Coronavirus UK: Are children at risk of infection? Expert warns ‘we just don’t understand’

The coronavirus disease (COVID-19) has predominantly targeted adults since it first emerged in December last year. The virus, officially called SARS-CoV-2, has infected more than 85,000 people worldwide.

The coronavirus has also killed almost 3,000 people, the majority of whom were at the epicentre in China’s Hubei Province.

Studies show the people most at risk of developing severe coronavirus symptoms are the elderly and patients with underlying medical problems.

But there are many unknowns about the viral threat and how it behaves could still change as the epidemic develops.

Marc Lipsitch, an epidemiologist from the Harvard T.H. Chan School of Public Health’s Center for Communicable Disease Dynamics, warned experts still do not know just how COVID-19 will affect children.


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Professor Lipsitch predicted between 40 and 70 percent of the planet’s population could fall ill with the coronavirus.

He said: “It is, but an important qualifier is that I expect 40 to 70 percent of adults to be infected.

“We just don’t understand whether children are getting infected at low rates or just not showing very strong symptoms.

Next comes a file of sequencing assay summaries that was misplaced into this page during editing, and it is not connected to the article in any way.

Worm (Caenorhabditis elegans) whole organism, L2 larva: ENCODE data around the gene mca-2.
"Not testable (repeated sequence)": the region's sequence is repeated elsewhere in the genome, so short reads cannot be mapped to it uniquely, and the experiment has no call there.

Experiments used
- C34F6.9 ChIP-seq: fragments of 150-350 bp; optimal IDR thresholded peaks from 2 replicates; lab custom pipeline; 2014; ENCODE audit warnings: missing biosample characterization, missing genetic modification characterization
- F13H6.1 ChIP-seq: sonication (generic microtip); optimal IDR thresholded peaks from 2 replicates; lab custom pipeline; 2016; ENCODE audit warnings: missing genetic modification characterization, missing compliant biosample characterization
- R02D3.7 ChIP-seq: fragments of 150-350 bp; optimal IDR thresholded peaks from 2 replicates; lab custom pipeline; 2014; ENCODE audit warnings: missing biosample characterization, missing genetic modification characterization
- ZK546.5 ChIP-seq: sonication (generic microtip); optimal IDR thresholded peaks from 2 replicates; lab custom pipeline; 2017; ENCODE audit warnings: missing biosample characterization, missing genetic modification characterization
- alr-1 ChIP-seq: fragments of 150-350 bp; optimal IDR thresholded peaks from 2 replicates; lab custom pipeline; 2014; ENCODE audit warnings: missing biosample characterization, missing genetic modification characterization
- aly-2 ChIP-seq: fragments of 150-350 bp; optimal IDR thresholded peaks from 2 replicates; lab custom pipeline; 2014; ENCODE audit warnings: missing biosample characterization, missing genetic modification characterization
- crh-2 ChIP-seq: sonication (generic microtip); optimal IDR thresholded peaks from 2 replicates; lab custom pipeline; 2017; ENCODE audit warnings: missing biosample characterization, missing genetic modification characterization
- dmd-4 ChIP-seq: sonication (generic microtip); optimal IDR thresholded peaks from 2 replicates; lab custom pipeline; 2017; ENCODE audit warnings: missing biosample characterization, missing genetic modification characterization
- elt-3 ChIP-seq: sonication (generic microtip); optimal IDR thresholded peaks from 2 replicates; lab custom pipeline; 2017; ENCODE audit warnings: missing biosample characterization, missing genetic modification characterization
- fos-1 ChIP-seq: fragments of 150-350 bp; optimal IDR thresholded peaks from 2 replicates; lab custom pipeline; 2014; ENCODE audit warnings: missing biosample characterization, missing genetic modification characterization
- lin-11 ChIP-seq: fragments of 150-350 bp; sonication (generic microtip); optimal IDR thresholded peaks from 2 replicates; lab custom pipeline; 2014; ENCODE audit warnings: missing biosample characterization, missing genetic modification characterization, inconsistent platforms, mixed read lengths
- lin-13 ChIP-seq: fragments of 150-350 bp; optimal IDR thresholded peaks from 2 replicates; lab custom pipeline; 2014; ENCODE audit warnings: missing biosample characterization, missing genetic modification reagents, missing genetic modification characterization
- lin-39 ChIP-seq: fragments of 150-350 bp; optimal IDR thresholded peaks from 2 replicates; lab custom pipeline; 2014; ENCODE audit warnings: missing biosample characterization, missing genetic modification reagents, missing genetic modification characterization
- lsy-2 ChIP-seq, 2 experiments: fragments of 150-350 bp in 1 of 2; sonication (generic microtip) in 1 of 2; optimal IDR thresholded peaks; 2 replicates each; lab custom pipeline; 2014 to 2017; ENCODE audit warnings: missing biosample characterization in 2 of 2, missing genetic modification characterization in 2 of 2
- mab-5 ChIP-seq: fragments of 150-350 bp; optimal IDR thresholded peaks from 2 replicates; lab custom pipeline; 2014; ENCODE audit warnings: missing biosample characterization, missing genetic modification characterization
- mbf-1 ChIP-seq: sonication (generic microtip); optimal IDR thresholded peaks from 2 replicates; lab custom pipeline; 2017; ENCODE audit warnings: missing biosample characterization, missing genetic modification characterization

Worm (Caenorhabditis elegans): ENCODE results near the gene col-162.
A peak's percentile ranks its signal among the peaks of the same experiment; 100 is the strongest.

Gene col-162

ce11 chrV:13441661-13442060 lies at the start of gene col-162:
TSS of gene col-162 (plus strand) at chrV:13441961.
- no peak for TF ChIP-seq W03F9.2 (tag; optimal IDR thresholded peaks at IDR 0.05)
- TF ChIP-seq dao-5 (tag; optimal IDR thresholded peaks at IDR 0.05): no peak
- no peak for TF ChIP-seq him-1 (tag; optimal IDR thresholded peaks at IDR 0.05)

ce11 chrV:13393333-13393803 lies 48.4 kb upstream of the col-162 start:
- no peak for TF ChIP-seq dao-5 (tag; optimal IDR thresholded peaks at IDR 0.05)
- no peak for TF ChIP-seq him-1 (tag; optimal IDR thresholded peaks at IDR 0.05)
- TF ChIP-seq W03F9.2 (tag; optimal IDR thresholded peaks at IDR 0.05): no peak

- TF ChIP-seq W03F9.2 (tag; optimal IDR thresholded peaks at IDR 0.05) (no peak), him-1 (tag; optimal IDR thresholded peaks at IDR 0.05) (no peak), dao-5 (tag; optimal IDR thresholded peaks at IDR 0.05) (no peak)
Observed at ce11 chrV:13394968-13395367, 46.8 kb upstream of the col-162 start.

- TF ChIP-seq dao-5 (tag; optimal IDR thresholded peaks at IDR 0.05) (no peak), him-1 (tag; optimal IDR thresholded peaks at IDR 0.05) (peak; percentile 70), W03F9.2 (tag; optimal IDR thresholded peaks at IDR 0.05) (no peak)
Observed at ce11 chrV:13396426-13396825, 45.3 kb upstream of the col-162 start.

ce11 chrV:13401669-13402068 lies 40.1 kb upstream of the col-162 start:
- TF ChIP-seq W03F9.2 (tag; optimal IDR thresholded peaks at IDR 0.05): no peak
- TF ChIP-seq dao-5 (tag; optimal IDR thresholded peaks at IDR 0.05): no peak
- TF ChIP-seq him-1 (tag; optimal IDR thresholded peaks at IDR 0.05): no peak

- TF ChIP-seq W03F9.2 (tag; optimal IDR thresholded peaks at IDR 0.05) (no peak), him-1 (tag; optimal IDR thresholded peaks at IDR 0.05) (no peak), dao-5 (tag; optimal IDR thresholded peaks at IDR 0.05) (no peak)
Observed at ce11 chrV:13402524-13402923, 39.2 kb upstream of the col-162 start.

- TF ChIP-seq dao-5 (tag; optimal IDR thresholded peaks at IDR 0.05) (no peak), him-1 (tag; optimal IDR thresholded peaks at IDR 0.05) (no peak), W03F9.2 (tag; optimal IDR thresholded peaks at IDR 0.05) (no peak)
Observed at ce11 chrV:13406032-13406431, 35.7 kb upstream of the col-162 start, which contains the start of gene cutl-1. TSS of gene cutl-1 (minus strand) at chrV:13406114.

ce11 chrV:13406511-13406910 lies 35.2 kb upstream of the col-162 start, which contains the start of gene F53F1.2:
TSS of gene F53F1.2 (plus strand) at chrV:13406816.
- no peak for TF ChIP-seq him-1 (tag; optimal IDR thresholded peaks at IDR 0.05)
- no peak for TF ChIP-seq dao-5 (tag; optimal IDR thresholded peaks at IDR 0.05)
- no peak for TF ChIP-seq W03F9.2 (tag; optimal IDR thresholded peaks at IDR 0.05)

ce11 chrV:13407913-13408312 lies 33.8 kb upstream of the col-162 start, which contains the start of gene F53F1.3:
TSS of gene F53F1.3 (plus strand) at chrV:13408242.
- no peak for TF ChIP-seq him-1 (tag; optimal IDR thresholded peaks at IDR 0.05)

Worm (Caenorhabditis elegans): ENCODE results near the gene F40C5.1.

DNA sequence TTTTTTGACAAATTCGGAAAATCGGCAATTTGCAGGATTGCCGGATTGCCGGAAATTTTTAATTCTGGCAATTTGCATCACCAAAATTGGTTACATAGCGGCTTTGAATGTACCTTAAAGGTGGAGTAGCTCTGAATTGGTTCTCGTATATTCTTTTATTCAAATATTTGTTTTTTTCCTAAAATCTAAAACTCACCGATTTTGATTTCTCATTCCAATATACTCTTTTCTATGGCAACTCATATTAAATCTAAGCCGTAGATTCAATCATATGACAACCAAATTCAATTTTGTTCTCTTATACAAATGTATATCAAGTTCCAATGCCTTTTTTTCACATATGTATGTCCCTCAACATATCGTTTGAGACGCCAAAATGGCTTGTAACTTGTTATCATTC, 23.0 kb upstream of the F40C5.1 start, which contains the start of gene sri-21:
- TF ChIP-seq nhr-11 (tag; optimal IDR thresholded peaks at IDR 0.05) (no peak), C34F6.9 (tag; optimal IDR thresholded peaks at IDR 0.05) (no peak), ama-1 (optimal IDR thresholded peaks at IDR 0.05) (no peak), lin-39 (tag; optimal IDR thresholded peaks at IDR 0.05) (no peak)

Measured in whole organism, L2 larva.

“So I don’t want to make assumptions about children until we know more.

“That number also assumes that we don’t put in place effective, long-term countermeasures, like social distancing for months at a time which, I think, is a fair assumption.

“It may be that a few places like China can sustain it, but even China is beginning to let up.”

I don’t want to make assumptions about children until we know more

Marc Lipsitch, Harvard T.H. Chan School

The coronavirus pathogen attacks the body’s respiratory system with flu-like symptoms.

The symptoms include fever, dry cough and fatigue in the initial stages.

If the COVID-19 infection further develops, it can turn into pneumonia, kidney failure and death.

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The World Health Organization (WHO) estimates the coronavirus takes up to 14 days to incubate inside a victim.

Professor Lipsitch said: “It’s definitely the case that the older you are, the more at risk of getting infected you are and, if you get symptomatic infection, the more at risk of dying you are.

“Men also seem to be overrepresented among those getting severe illness.

“The reasons why are a really important research question.

“One thing that also needs to be looked at is the impact on health-care workers because they are at high risk of getting infected, and I would like to know whether they’re at higher risk of getting severe infection.”

The health expert added children have so far been underrepresented in the number of confirmed COVID-19 infections.

He suggested children might be catching the coronavirus but are not falling ill in the same way adults do.

Some patients who get infected with the coronavirus do not develop any symptoms at all – so-called asymptomatic carriers.

Professor Lipsitch said: “But we don’t know whether they’re infected and not as sick or whether there are a lot of kids that aren’t getting infected even when they’re exposed.”

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